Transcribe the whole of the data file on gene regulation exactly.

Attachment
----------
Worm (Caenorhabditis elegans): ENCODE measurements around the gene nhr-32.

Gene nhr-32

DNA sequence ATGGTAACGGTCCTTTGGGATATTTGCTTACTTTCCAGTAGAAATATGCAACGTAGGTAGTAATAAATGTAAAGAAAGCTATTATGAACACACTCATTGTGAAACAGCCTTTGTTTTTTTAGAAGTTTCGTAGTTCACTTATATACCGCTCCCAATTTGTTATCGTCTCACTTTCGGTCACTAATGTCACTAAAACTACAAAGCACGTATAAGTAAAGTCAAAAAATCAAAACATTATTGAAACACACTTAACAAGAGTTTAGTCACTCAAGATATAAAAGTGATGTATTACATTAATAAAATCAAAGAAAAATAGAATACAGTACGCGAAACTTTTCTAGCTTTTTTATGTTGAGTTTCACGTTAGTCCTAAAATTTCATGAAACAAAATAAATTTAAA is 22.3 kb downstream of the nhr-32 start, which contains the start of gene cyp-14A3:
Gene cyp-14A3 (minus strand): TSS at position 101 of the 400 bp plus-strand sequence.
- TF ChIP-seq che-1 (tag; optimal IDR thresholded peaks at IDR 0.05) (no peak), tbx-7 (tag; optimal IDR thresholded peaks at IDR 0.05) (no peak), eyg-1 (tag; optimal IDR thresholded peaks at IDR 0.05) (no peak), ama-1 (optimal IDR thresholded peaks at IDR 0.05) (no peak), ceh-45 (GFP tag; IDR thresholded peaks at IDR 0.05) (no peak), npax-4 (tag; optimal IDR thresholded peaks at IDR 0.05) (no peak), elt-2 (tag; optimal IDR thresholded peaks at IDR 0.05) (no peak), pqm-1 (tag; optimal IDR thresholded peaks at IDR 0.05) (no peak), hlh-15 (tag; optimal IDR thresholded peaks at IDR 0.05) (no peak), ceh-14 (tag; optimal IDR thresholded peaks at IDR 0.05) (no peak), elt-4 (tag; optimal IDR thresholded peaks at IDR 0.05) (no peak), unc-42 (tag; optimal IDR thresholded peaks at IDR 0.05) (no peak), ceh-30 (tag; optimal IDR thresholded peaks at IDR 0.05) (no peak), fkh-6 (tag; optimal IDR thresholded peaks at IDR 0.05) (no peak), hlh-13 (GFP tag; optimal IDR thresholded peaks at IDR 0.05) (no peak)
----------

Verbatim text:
Worm (Caenorhabditis elegans): ENCODE measurements around the gene nhr-32.

Gene nhr-32

DNA sequence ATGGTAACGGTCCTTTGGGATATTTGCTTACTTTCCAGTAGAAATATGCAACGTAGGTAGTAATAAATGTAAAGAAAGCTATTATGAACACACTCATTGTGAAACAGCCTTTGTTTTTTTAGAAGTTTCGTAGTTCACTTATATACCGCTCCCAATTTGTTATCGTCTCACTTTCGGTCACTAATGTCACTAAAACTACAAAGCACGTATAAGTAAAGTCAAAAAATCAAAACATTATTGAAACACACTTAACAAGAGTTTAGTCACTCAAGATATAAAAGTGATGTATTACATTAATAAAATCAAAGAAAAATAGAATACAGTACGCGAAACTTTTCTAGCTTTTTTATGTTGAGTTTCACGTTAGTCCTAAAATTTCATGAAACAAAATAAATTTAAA is 22.3 kb downstream of the nhr-32 start, which contains the start of gene cyp-14A3:
Gene cyp-14A3 (minus strand): TSS at position 101 of the 400 bp plus-strand sequence.
- TF ChIP-seq che-1 (tag; optimal IDR thresholded peaks at IDR 0.05) (no peak), tbx-7 (tag; optimal IDR thresholded peaks at IDR 0.05) (no peak), eyg-1 (tag; optimal IDR thresholded peaks at IDR 0.05) (no peak), ama-1 (optimal IDR thresholded peaks at IDR 0.05) (no peak), ceh-45 (GFP tag; IDR thresholded peaks at IDR 0.05) (no peak), npax-4 (tag; optimal IDR thresholded peaks at IDR 0.05) (no peak), elt-2 (tag; optimal IDR thresholded peaks at IDR 0.05) (no peak), pqm-1 (tag; optimal IDR thresholded peaks at IDR 0.05) (no peak), hlh-15 (tag; optimal IDR thresholded peaks at IDR 0.05) (no peak), ceh-14 (tag; optimal IDR thresholded peaks at IDR 0.05) (no peak), elt-4 (tag; optimal IDR thresholded peaks at IDR 0.05) (no peak), unc-42 (tag; optimal IDR thresholded peaks at IDR 0.05) (no peak), ceh-30 (tag; optimal IDR thresholded peaks at IDR 0.05) (no peak), fkh-6 (tag; optimal IDR thresholded peaks at IDR 0.05) (no peak), hlh-13 (GFP tag; optimal IDR thresholded peaks at IDR 0.05) (no peak)